Autumnal TBR


TBR’s… We all know them; those seemingly never-ending responsibilities that make our lives even harder than they already are. But we still love you for you are the reason that we don’t suffocate in our book piles. At least, not yet and hopefully it will stay this way for a little while longer…

Again, the time has come. Autumn is just around the corner and I can’t wait for the leaves to turn all sorts of warm colors, for the breeze to take this slightly colder tone, etc etc… I think you get my point here! So, in tribute to my favorite season, I’m willing to push myself to get out of my, what feels like, everlasting reading slump and to declare war on this nightmare. And hopefully it will, indeed, come to an end, once and for all. *raises battle ax*

This is actually my first ever seasonal TBR but since I failed my earlier attempts I thought I’d give this another try, in a slightly different way. The problem is (aside from my reading slump, though) that my life is jam-packed with all sorts of school work at the moment and it’s rather hard to spare some free time without the guilt blaming me of procrastinating. So, perhaps I’ll finally catch up on my reading again with the more open, and hopefully more generous, timeframe.

1.          Empire of Storms by Sarah J. Maas is one of my most anticipated reads of 2016. And I would’ve devoured it right away but my pre-order still didn’t make its way to where I live. Ahhh Amazon, why do you always have to be so cruel…?

Goodreads Synopsis: The long path to the throne has only just begun for Aelin Galathynius. Loyalties have been broken and bought, friends have been lost and gained, and those who possess magic find empire-of-storms-usthemselves at odds with those don’t.

As the kingdoms of Erilea fracture around her, enemies must become allies if Aelin is to keep those she loves from falling to the dark forces poised to claim her world. With war looming on all horizons, the only chance for salvation lies in a desperate quest that may mark the end of everything Aelin holds dear.

Aelin’s journey from assassin to queen has entranced millions across the globe, and this fifth installment will leave fans breathless. Will Aelin succeed in keeping her world from splintering, or will it all come crashing down?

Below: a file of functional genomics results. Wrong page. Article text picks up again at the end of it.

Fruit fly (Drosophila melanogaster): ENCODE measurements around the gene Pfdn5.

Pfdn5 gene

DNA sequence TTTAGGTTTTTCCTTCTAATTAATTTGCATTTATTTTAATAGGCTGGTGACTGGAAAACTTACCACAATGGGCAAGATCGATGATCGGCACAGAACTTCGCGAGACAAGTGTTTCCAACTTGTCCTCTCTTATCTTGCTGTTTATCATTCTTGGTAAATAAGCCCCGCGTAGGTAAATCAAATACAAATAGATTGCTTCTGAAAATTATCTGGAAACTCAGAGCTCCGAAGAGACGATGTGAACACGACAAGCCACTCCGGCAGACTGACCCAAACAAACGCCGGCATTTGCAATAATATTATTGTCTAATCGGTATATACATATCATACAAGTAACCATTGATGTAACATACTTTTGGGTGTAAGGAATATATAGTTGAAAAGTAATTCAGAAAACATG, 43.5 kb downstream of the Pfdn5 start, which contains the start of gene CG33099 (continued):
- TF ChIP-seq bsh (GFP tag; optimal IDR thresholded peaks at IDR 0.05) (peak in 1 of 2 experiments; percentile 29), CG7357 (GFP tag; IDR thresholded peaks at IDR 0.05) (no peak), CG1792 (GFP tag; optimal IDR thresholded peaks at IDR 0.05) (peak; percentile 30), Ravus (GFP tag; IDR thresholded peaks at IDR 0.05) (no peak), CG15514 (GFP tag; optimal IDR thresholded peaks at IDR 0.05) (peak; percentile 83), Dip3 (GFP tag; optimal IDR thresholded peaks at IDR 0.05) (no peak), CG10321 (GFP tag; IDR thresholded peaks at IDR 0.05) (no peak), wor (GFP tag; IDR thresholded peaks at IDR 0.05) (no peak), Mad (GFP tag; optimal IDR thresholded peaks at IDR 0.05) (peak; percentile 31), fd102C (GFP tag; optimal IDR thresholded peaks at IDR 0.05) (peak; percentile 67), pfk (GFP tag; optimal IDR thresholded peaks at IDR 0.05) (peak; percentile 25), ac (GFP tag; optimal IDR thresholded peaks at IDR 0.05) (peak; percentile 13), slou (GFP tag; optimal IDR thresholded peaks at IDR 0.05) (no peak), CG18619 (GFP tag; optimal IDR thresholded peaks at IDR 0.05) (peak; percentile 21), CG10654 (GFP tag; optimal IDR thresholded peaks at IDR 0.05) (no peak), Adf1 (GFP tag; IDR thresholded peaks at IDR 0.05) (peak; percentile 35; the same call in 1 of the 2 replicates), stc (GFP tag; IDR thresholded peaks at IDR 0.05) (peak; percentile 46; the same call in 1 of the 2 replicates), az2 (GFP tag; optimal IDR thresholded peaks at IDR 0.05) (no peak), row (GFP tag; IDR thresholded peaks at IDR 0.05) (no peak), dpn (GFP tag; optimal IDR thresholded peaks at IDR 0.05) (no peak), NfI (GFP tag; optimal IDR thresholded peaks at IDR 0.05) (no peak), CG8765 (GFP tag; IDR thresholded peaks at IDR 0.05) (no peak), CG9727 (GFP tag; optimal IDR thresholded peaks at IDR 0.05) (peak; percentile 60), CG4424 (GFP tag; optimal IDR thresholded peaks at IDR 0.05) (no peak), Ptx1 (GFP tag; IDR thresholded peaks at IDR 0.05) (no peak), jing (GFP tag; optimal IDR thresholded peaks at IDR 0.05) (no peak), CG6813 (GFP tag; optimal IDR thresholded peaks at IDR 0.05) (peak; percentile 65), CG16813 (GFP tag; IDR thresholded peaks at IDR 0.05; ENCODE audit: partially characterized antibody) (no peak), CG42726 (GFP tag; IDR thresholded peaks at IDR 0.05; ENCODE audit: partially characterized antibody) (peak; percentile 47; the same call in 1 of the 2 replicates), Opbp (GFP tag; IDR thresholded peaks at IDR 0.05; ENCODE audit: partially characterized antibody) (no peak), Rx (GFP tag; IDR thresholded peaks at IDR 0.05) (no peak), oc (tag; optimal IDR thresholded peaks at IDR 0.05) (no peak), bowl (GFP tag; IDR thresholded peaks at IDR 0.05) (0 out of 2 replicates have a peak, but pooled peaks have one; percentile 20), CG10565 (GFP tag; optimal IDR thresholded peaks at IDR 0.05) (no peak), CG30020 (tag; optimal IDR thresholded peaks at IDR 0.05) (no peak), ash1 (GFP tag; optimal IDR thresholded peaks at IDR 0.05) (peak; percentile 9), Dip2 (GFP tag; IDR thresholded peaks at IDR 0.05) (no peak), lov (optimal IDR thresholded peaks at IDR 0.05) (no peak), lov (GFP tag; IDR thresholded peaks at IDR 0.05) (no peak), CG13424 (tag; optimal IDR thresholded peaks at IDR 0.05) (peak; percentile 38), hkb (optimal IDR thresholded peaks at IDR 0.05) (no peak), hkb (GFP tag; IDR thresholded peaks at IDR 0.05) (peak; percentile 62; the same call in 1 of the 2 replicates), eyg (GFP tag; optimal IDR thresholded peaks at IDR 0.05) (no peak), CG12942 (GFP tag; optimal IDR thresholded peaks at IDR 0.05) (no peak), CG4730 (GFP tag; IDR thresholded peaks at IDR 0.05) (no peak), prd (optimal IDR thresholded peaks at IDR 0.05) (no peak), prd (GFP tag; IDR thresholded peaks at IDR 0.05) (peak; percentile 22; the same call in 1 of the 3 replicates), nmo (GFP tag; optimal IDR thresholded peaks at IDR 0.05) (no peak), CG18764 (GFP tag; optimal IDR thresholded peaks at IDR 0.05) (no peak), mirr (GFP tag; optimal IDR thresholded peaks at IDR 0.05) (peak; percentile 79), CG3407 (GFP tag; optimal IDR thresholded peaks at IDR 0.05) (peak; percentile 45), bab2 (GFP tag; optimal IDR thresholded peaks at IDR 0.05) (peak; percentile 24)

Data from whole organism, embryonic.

2.          Before the Feast by Saša Stanišić is a German book that was just recently translated into English and this fact alone intrigued me to get my hands on this book. And, of course, all the praise coming from a certain book lover *cough* Viktoria *cough*

btf-sasa.jpgGoodreads Synopsis: It’s the night before the feast in the village of Fürstenfelde (population: an odd number). The village is asleep. Except for the ferryman – he’s dead. And Mrs Kranz, the night-blind painter, who wants to depict her village for the first time at night. A bell-ringer and his apprentice want to ring the bells – the only problem is that the bells have gone. A vixen is looking for eggs for her young, and Mr Schramm is discovering more reasons to quit life than smoking.

Someone has opened the doors to the Village Archive, but what drives the sleepless out of their houses is not that which was stolen, but that which has escaped. Old stories, myths and fairy tales are wandering about the streets with the people. They come together in a novel about a long night, a mosaic of village life, in which the long-established and newcomers, the dead and the living, craftsmen, pensioners and noble robbers in football shirts bump into each other. They all want to bring something to a close, in this night before the feast.

3.          The Song of Achilles by Madeline Miller has been on my radar for quite some time now and I finally came to the conclusion “what better time to start this book than in the upcoming season?!”…